I was younger (but invested) in 08/09. Things were crazy. Not the same kind of crazy, but still pretty wild. Watching big banks teeter on the brink (you know, those institutions that hold all the money) was just kind of eye-popping. There was a sense that capitalism itself was under threat.Hogan773 wrote: ↑Fri Mar 27, 2020 7:44 amWhy "permanent"?Noobvestor wrote: ↑Thu Mar 26, 2020 10:14 pmOK, replace weeks with months. Shut down non-essential business for 6 months. Let's say half the economy. Worldwide. And Corona persists, ebbs and flows. Terrible for earnings, but life goes on. I'm wondering how that translates into a permanent global loss on the scale being suggested.potatopancake wrote: ↑Thu Mar 26, 2020 10:10 pmThis post was perfectly timed. This is exactly why the market has yet to bottom out. There is no way, absolutely no way that we will be returning to normal in a few weeks. Italy started a national lockdown 17 days ago and their death/day has not peaked. The USA has no national lockdown. We are nowhere near the peak. And, life will not return to normal with the snap of a finger. We will re-integrate slowly. Or we will integrate partway while waiting for a vaccine. Given our understanding of covid-19 R0, 50% of population needs immunity to reach herd immunity. That means that > 300 million people get sick or get the vaccine (or some combination of the two). This is not a three week event. The market, as I said above, has not priced that hurt in.Noobvestor wrote: ↑Thu Mar 26, 2020 10:06 pmNow assume that what you saw turns out to be temporary - like the tourist town in the off season, or shutting down to go on vacation together for a few weeks. Would that change your view at all? I'm playing Devil's advocate here, but I'm still unable to reconcile 'shutting down for a while' with '2/3 of business value wiped out around the entire world' (which would seem to align with your estimation of a 60%+ level crash).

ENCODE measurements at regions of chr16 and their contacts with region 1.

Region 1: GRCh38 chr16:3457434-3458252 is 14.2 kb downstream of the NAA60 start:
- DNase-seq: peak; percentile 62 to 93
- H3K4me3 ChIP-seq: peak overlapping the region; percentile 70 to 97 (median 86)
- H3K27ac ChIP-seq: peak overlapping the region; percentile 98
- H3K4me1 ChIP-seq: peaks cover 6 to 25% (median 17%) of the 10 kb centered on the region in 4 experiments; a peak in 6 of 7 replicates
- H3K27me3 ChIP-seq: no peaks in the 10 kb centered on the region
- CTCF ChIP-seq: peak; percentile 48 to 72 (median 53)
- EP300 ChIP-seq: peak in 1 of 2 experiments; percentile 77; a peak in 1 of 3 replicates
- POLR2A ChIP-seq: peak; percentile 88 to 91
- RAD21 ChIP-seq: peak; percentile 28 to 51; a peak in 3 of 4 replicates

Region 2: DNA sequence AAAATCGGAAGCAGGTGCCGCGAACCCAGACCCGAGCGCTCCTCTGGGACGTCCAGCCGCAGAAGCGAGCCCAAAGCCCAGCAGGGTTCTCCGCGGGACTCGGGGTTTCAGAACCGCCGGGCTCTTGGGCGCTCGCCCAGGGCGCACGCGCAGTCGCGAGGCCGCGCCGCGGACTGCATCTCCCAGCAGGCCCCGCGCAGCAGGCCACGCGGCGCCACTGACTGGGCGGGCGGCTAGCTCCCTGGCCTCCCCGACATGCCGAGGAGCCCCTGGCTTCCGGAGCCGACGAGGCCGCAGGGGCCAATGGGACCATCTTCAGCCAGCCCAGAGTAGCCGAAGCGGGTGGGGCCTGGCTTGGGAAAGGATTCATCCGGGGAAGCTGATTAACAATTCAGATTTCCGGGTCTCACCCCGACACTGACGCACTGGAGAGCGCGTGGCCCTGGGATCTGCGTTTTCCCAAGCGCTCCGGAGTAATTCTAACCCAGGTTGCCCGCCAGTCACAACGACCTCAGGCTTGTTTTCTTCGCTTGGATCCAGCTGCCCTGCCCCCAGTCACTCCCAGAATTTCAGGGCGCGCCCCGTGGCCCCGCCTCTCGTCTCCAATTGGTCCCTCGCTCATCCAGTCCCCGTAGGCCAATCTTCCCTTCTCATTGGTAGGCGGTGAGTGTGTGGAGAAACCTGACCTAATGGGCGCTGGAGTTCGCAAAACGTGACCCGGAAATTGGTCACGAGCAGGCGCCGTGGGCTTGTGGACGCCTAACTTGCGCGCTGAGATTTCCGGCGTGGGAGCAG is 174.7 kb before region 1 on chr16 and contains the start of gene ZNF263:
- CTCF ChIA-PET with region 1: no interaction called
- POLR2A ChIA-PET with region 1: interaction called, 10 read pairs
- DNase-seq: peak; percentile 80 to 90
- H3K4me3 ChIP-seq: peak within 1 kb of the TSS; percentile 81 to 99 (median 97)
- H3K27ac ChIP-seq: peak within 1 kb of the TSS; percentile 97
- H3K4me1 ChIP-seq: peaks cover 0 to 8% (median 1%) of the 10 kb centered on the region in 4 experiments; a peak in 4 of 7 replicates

If it were permanent then I would think the market losses would be even worse than a down 50pct scenario
I am also in the camp that it is hard to believe that a 20pct down is all that is needed for this shock. You could use the same analogy for prior shocks...it was only some bad mortgage loans and credit default swaps and once we get through that quickly then no reason we won't go higher
Now, things are crazy in a different way - yes, we've never seen this level of (self-)quarantine before, and yes a lot of small businesses are under threat, and sectors/segments like the hospitality industry, but it seems clear the government is going to prop things up, come what may.
I'm just an observer here, and was in a different life phase at the time, so take it all for what you will, but to me, so far at least, even with the most dire prognostications, I don't see the same challenges this time around. As things get threatened, money gets printed.
Also, for clarity: we went down (I believe it was around) 30% so far to hit the latest (perhaps first of multiple) bottom, not 20%.